Dad Can’t Save Newspapers, but He’s Still One of Their Biggest Cheerleaders

My dad, the eternal optimist, reads the newspaper every day.

“Front to back,” he says. “I love the newspaper.” Reading it online, he says, is too cumbersome, too time-consuming.

Let’s face it: He’s not like most people, who would rather read the paper online and get e-mail updates throughout the workday instead of waking up early to read it, or reading “old news” at home after work. I talk about newspapers and their demise regularly with my dad, mainly because of the work I do, editing and writing stories about the news industry for Poynter Online. My job is centered on online journalism, so I know its value. But I still read the paper every day.

Often, my dad and I share articles with each other about the newspaper industry. Mine are usually about bad news in journalism. His are always about good news. It’s as though he gets Google alerts for “newspapers are great!” or “newspapers will be saved.” (I wouldn’t be surprised if he did.)

In our most recent article sharing exchange, I sent my dad a New York Times story and a related map last week looking at the future of newspapers. The article said “some economists and newspaper executives say it is only a matter of time — and probably not much time at that — before some major American city is left with no prominent local newspaper at all.”


In the same e-mail, I told my dad about how crestfallen many of my friends seem about their jobs at newspapers, and how some have said they’d be happier if they were laid off. They say they’re tired of having to continuously face the fear of imminent loss.

This kind of news makes me sad. I love journalism and believe in its future, wherever it may end up. Maybe I’m too much like my optimistic dad, but I — and so many other journalists — have invested too much in this profession to prematurely declare its death.

In his attempt to be newspapers’ life line, my dad manages to find obscure  studies about the so-called “growth” of papers/readership. I have yet to see an actual article about any of these studies (!), but I trust he’s read about them somewhere.

Here’s my dad’s latest “I believe in newspapers” e-mail, sent last Thursday:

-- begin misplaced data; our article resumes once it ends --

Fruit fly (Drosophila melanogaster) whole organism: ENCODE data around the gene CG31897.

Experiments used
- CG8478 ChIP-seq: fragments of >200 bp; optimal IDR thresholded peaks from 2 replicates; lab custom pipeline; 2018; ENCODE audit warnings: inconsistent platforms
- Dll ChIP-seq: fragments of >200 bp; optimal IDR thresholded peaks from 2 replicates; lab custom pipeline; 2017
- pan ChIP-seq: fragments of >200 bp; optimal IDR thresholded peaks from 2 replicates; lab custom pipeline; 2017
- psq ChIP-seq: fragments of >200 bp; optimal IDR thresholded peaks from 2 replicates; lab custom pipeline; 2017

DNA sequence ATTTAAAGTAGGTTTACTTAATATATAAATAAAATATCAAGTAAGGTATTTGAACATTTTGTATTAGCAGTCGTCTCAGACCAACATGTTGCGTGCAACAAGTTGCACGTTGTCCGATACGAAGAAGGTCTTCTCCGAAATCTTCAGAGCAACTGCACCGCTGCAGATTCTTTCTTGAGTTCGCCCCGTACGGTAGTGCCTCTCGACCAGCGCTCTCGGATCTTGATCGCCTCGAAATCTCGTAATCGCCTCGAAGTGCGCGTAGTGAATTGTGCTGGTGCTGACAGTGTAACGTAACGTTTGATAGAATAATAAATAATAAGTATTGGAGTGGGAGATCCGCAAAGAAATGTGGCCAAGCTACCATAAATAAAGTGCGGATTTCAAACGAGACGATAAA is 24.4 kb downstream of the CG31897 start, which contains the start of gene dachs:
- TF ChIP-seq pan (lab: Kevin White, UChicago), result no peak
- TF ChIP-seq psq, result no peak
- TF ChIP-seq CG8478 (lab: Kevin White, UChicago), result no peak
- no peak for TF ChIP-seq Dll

Hi Mal,

Hang in there. I have seen a recent study that local papers are actually doing well, and that young people are reading them! It seems that the larger city papers are the ones that are hurting the most. I will send that article to you. People have other, preferred ways to obtain world news, whereas the local papers are still the best, and often only, way to obtain local news. Also, every company in every field has to learn to run lean, to trim the fat. The weak will be weeded out and the remaining will survive, adapt, and become stronger.

Maybe you will find your happiness/success at a smaller paper, rather than measuring your success by the size of the paper that you work for. As you already know, the need for news will always be there, the delivery of it will just change, like everything else. Tape replaced records. CDs replaced tape. Internet downloads are now replacing CDs. However, more people purchase music now more than ever before. Only the format has changed. The music industry is not dying, it is only adapting. That is what the newspaper industry is going through now too.

Keep your eyes open. Things will work out for you.



Some may say he’s blinded by optimism, but you have to give it to him: he’s a good cheerleader — for newspapers and for journalism in general. Thank goodness for paternal, eternal optimists.

Published by Mallary Tenore Tarpley

Mallary is a mom of two young kiddos -- Madelyn and Tucker. Mallary absolutely loves being a mom and often writes about the need to find harmony when juggling motherhood and work. Mallary is the Assistant Director of the Knight Center for Journalism in the Americas at the University of Texas at Austin, where she manages the Center's various programs related to distance learning, freedom of expression, and digital journalism. Previously, she was Executive Director of Images & Voices of Hope and Managing Editor of The Poynter Institute’s media news site, Mallary grew up outside of Boston and graduated from Providence College in Rhode Island. In 2015, she received a certificate in nonprofit management from Duke University. She now lives in beautiful Austin, Texas, with her kids, husband Troy and cat Clara. She's working on a memoir, slowly but surely. You can reach her at

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